example. So each automaton has a shared pointer to some =bdd_dict=
(this shared pointer is what the =bdd_dict_ptr= type is), and
operations between automata (like a product) can only work on automata
that share the same pointer. Here, when we call the automaton parser,
we supply the =bdd_dict_ptr= that should be used to do the mapping
between atomic propositions and BDD variables. Atomic propositions
that were not already registered will get a new BDD variable number,
and while existing atomic propositions will reuse the existing
variable.
In the Spot representation of automata, transitions guards are
represented by BDDs. The role of the =bdd_dict= object is to keep
track of the correspondence between BDD variables and atomic
propositions such as =foo= and =bar= in the above example. So each
automaton has a shared pointer to some =bdd_dict= (this shared pointer
is what the =bdd_dict_ptr= type is), and operations between automata
(like a product) can only work on automata that share the same
pointer. Here, when we call the automaton parser, we supply the
=bdd_dict_ptr= that should be used to do the mapping between atomic
propositions and BDD variables. Atomic propositions that were not
already registered will get a new BDD variable number, and while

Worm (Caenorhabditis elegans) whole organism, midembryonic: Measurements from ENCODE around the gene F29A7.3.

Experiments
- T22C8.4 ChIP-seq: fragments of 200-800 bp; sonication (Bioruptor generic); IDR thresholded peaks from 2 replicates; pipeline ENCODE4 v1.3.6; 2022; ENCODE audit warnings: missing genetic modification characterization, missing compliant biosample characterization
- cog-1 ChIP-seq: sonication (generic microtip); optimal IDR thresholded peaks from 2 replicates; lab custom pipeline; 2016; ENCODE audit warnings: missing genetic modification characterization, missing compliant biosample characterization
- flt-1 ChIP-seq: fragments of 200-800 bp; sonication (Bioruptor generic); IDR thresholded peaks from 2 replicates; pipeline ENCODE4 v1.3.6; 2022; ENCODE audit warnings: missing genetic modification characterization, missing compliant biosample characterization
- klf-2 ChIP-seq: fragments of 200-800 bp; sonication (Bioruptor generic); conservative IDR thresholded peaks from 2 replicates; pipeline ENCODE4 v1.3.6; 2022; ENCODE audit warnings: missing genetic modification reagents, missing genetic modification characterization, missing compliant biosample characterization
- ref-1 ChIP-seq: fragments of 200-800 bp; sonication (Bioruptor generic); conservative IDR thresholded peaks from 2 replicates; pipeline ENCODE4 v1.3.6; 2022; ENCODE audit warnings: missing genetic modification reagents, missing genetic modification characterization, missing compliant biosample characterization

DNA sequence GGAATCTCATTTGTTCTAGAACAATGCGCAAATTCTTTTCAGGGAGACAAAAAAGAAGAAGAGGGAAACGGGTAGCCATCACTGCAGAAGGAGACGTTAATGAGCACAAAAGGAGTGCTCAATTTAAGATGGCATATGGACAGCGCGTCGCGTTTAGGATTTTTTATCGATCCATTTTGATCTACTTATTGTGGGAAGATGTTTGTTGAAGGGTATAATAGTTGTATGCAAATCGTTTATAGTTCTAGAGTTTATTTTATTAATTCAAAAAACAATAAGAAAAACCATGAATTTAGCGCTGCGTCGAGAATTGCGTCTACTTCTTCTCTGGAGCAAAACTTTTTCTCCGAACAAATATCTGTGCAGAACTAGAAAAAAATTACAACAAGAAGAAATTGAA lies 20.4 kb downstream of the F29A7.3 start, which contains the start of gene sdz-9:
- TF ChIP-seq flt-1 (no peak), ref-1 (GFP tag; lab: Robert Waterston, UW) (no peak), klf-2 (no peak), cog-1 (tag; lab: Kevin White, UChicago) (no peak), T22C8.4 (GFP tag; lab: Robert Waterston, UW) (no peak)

existing atomic propositions will reuse the existing variable.
In the example for [[file:tut10.org][translating LTL into BA]], we did not specify any
=bdd_dict=, because the =translator= object will create a new one by
......@@ -211,11 +211,12 @@ There are actually different C++ interfaces to the automaton parser,
depending on your use case. For instance the parser is able to read a
stream of automata stored in the same file, so that they could be
processed in a loop. For this, you would instanciate a
=automaton_stream_parser= object and call its =parse()= method in a
loop. Each call to this method will either return one automaton, or
=nullptr= if there is no more automaton to read. The =parse_aut()=
function is actually a simple convenience wrapper that instantiates
an =automaton_stream_parser= and calls its =parse()= method once.
=spot::automaton_stream_parser= object and call its =parse()= method
in a loop. Each call to this method will either return one
=spot::parsed_aut_ptr=, or =nullptr= if there is no more automaton to
read. The =parse_aut()= function is actually a simple convenience
wrapper that instantiates an =automaton_stream_parser= and calls its
=parse()= method once.
In Python, you can easily iterate over a file containing multiple
......
......@@ -6,11 +6,11 @@
This example demonstrates how to iterate over an automaton in C++ and
Python. This case uses automata stored entirely in memory as a graph:
states are numbered by integers, and transitions can be seen as tuple
states are numbered by integers, and transitions can be seen as tuples
of the form
$(\mathit{src},\mathit{dst},\mathit{cond},\mathit{accsets})$ where
$\mathit{src}$ and $\mathit{dst}$ are integer denoting the extremities
of the transition, $\mathit{cond}$ is a BDD representing the label
$\mathit{src}$ and $\mathit{dst}$ are integers denoting the source and
destination states, $\mathit{cond}$ is a BDD representing the label
(a.k.a. guard), and $\mathit{accsets}$ is an object of type
=acc_cond::mark_t= encoding the membership to each acceptance sets
(=acc_cond::mark_t= is basically a bit vector).
......@@ -18,9 +18,9 @@ of the transition, $\mathit{cond}$ is a BDD representing the label